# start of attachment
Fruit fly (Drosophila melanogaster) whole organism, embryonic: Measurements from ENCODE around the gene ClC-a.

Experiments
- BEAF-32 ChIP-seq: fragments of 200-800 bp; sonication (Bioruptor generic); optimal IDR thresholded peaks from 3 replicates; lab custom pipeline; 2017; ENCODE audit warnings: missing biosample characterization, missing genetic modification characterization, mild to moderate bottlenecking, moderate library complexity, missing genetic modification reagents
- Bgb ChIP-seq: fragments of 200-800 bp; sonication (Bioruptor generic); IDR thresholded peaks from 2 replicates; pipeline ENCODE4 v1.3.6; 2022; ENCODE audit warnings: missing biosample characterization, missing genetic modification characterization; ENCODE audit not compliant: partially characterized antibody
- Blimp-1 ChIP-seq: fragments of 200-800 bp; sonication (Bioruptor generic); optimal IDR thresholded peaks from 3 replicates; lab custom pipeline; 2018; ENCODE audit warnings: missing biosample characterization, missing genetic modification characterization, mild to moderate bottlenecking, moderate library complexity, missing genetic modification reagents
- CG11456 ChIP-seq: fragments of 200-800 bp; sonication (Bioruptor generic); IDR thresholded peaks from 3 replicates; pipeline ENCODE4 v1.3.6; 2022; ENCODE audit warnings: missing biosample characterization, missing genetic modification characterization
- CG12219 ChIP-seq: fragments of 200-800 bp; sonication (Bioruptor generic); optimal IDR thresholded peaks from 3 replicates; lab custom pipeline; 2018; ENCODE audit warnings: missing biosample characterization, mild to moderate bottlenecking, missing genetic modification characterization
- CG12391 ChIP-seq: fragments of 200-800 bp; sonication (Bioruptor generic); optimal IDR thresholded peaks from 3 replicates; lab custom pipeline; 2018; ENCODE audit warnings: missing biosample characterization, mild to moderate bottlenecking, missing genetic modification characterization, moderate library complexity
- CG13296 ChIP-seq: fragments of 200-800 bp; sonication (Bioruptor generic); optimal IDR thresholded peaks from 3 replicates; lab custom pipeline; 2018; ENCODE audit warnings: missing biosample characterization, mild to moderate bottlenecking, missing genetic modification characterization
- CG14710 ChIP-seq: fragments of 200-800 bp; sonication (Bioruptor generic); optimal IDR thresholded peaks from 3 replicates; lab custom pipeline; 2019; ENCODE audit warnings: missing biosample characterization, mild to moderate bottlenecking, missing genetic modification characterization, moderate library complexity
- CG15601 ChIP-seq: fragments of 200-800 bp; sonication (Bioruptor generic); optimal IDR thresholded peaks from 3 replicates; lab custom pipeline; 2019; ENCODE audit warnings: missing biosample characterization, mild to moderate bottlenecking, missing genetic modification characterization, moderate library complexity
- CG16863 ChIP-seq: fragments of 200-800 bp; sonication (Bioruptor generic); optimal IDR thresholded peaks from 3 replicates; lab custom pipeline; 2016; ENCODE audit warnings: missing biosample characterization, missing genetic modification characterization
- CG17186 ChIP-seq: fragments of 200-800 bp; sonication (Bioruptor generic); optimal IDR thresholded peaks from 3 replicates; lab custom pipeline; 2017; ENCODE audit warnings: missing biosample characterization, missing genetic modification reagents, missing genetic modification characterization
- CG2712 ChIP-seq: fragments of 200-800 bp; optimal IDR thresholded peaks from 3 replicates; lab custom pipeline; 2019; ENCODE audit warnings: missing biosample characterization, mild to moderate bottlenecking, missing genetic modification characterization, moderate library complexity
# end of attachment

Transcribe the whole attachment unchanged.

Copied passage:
Fruit fly (Drosophila melanogaster) whole organism, embryonic: Measurements from ENCODE around the gene ClC-a.

Experiments
- BEAF-32 ChIP-seq: fragments of 200-800 bp; sonication (Bioruptor generic); optimal IDR thresholded peaks from 3 replicates; lab custom pipeline; 2017; ENCODE audit warnings: missing biosample characterization, missing genetic modification characterization, mild to moderate bottlenecking, moderate library complexity, missing genetic modification reagents
- Bgb ChIP-seq: fragments of 200-800 bp; sonication (Bioruptor generic); IDR thresholded peaks from 2 replicates; pipeline ENCODE4 v1.3.6; 2022; ENCODE audit warnings: missing biosample characterization, missing genetic modification characterization; ENCODE audit not compliant: partially characterized antibody
- Blimp-1 ChIP-seq: fragments of 200-800 bp; sonication (Bioruptor generic); optimal IDR thresholded peaks from 3 replicates; lab custom pipeline; 2018; ENCODE audit warnings: missing biosample characterization, missing genetic modification characterization, mild to moderate bottlenecking, moderate library complexity, missing genetic modification reagents
- CG11456 ChIP-seq: fragments of 200-800 bp; sonication (Bioruptor generic); IDR thresholded peaks from 3 replicates; pipeline ENCODE4 v1.3.6; 2022; ENCODE audit warnings: missing biosample characterization, missing genetic modification characterization
- CG12219 ChIP-seq: fragments of 200-800 bp; sonication (Bioruptor generic); optimal IDR thresholded peaks from 3 replicates; lab custom pipeline; 2018; ENCODE audit warnings: missing biosample characterization, mild to moderate bottlenecking, missing genetic modification characterization
- CG12391 ChIP-seq: fragments of 200-800 bp; sonication (Bioruptor generic); optimal IDR thresholded peaks from 3 replicates; lab custom pipeline; 2018; ENCODE audit warnings: missing biosample characterization, mild to moderate bottlenecking, missing genetic modification characterization, moderate library complexity
- CG13296 ChIP-seq: fragments of 200-800 bp; sonication (Bioruptor generic); optimal IDR thresholded peaks from 3 replicates; lab custom pipeline; 2018; ENCODE audit warnings: missing biosample characterization, mild to moderate bottlenecking, missing genetic modification characterization
- CG14710 ChIP-seq: fragments of 200-800 bp; sonication (Bioruptor generic); optimal IDR thresholded peaks from 3 replicates; lab custom pipeline; 2019; ENCODE audit warnings: missing biosample characterization, mild to moderate bottlenecking, missing genetic modification characterization, moderate library complexity
- CG15601 ChIP-seq: fragments of 200-800 bp; sonication (Bioruptor generic); optimal IDR thresholded peaks from 3 replicates; lab custom pipeline; 2019; ENCODE audit warnings: missing biosample characterization, mild to moderate bottlenecking, missing genetic modification characterization, moderate library complexity
- CG16863 ChIP-seq: fragments of 200-800 bp; sonication (Bioruptor generic); optimal IDR thresholded peaks from 3 replicates; lab custom pipeline; 2016; ENCODE audit warnings: missing biosample characterization, missing genetic modification characterization
- CG17186 ChIP-seq: fragments of 200-800 bp; sonication (Bioruptor generic); optimal IDR thresholded peaks from 3 replicates; lab custom pipeline; 2017; ENCODE audit warnings: missing biosample characterization, missing genetic modification reagents, missing genetic modification characterization
- CG2712 ChIP-seq: fragments of 200-800 bp; optimal IDR thresholded peaks from 3 replicates; lab custom pipeline; 2019; ENCODE audit warnings: missing biosample characterization, mild to moderate bottlenecking, missing genetic modification characterization, moderate library complexity